A FAINT, melancholy critical consensus has begun to emerge that 1980 was a miserable year for movies. Imagine that.Depending on the hyperbolic inclinations of reviewers, it was perhaps the worst year for movies since . . . the invention of sprocket holes . . . or since . . . they started writing for a living . . . or since . . . 1979.
As a matter of fact, any given year tends to produce plenty of movies worth patronizing, for one reason or another, and a greater number worth avoiding, while leaving the American movie industry in a fix of one kind or another. 1980 was no exception, as the accompanying lists of the good, the bad and the intriguing are designed to illustrate.
Lacking an overwhelming preference as the best film of the year, a favorite comparable to last year's "The Black Stallion," I've elected to place "The Empire Strikes Back" at the top of the list. It's the most skillful and impressive popular entertainment of the year, rivaled in my opinion only by the humanitarian claims of the pictures I've chosen to rank immediately behind it: "Eboli," "Best Boy" and "Angi Vera." Without "Empire" the slump in the 1980 box-office, which is likely to be 10 to 15 percent off the 1979 figures, would have been horrifying. The commercial and artistic prosperity of American movies is so clearly dependent on the continued good judgment of George Lucas that you can be certain the fact will be ignored at the upcoming Academy Awards, where respectably platitudinous, middlebrow domestic melodramas like "Ordinary People" and "The Great Santini" will battle it out with a confused psychodrama like "Raging Bull" for the major prizes.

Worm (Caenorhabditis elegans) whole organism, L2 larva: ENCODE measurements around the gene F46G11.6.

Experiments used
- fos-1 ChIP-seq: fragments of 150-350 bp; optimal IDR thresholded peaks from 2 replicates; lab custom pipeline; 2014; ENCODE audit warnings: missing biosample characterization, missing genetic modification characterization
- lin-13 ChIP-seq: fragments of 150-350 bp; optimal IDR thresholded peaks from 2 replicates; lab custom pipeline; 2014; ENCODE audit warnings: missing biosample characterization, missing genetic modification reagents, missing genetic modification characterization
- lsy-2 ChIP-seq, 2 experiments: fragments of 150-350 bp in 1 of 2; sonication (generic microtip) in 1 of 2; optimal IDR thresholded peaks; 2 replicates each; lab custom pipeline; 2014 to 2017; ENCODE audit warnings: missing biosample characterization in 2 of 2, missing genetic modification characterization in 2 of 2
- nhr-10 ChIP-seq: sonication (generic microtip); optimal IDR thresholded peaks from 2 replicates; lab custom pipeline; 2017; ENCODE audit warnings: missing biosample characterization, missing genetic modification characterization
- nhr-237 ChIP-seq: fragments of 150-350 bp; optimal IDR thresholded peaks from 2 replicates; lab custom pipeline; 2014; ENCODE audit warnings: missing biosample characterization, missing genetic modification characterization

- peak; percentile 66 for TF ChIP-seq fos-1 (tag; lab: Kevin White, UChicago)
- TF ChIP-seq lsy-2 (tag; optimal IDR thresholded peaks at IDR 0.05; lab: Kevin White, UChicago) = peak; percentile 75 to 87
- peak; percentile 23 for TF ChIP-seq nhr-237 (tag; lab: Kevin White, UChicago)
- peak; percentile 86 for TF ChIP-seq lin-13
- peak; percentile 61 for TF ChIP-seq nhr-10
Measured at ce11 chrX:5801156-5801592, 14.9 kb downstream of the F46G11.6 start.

Objectively considered, none is a more gripping or audacious feat of motion-picture storytelling or stylization than "Empire." It seems to me that "Empire" is even a more intriguing family melodrama than these supposedly down-to-earth contenders. But then who likes to admit that such stimulating, suggestive escapism, so obviously appealing to children, could represent the medium at its most imaginative and stirring? It's always embarassing to be reminded that your bread isn't buttered on the most pretentious side.
The best movies of 1980, more or less in order of preference:
"The Empire Strikes Back," directed by Irvin Kershner.
"Eboli," directed by Francesco Rosi.